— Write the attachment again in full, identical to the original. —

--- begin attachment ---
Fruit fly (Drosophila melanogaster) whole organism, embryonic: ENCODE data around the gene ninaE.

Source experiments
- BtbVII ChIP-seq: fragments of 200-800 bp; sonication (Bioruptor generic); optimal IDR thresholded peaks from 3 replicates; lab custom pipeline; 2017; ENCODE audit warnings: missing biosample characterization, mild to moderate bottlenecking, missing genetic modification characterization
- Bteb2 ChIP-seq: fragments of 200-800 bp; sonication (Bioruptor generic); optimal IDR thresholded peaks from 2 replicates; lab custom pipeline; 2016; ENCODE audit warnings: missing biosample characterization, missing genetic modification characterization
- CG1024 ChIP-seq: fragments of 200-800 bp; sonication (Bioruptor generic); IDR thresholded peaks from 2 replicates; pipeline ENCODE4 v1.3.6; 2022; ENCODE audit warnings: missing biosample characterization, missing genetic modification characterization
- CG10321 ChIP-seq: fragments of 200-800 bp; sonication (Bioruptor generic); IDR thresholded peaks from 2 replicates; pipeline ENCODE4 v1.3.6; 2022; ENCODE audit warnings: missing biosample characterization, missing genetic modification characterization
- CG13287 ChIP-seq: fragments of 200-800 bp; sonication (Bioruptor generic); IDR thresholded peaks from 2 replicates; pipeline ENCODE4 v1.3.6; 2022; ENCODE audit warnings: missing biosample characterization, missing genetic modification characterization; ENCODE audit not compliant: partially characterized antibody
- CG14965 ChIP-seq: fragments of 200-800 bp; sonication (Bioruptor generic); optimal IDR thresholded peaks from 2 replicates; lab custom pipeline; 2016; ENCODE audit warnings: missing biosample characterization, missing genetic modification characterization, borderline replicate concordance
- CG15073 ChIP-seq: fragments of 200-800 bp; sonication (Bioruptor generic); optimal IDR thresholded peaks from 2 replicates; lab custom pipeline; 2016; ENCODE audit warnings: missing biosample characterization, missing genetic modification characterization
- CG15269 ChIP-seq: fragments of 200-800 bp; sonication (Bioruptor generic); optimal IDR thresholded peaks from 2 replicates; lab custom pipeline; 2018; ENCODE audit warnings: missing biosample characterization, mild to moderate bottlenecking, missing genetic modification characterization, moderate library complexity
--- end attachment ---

Fruit fly (Drosophila melanogaster) whole organism, embryonic: ENCODE data around the gene ninaE.

Source experiments
- BtbVII ChIP-seq: fragments of 200-800 bp; sonication (Bioruptor generic); optimal IDR thresholded peaks from 3 replicates; lab custom pipeline; 2017; ENCODE audit warnings: missing biosample characterization, mild to moderate bottlenecking, missing genetic modification characterization
- Bteb2 ChIP-seq: fragments of 200-800 bp; sonication (Bioruptor generic); optimal IDR thresholded peaks from 2 replicates; lab custom pipeline; 2016; ENCODE audit warnings: missing biosample characterization, missing genetic modification characterization
- CG1024 ChIP-seq: fragments of 200-800 bp; sonication (Bioruptor generic); IDR thresholded peaks from 2 replicates; pipeline ENCODE4 v1.3.6; 2022; ENCODE audit warnings: missing biosample characterization, missing genetic modification characterization
- CG10321 ChIP-seq: fragments of 200-800 bp; sonication (Bioruptor generic); IDR thresholded peaks from 2 replicates; pipeline ENCODE4 v1.3.6; 2022; ENCODE audit warnings: missing biosample characterization, missing genetic modification characterization
- CG13287 ChIP-seq: fragments of 200-800 bp; sonication (Bioruptor generic); IDR thresholded peaks from 2 replicates; pipeline ENCODE4 v1.3.6; 2022; ENCODE audit warnings: missing biosample characterization, missing genetic modification characterization; ENCODE audit not compliant: partially characterized antibody
- CG14965 ChIP-seq: fragments of 200-800 bp; sonication (Bioruptor generic); optimal IDR thresholded peaks from 2 replicates; lab custom pipeline; 2016; ENCODE audit warnings: missing biosample characterization, missing genetic modification characterization, borderline replicate concordance
- CG15073 ChIP-seq: fragments of 200-800 bp; sonication (Bioruptor generic); optimal IDR thresholded peaks from 2 replicates; lab custom pipeline; 2016; ENCODE audit warnings: missing biosample characterization, missing genetic modification characterization
- CG15269 ChIP-seq: fragments of 200-800 bp; sonication (Bioruptor generic); optimal IDR thresholded peaks from 2 replicates; lab custom pipeline; 2018; ENCODE audit warnings: missing biosample characterization, mild to moderate bottlenecking, missing genetic modification characterization, moderate library complexity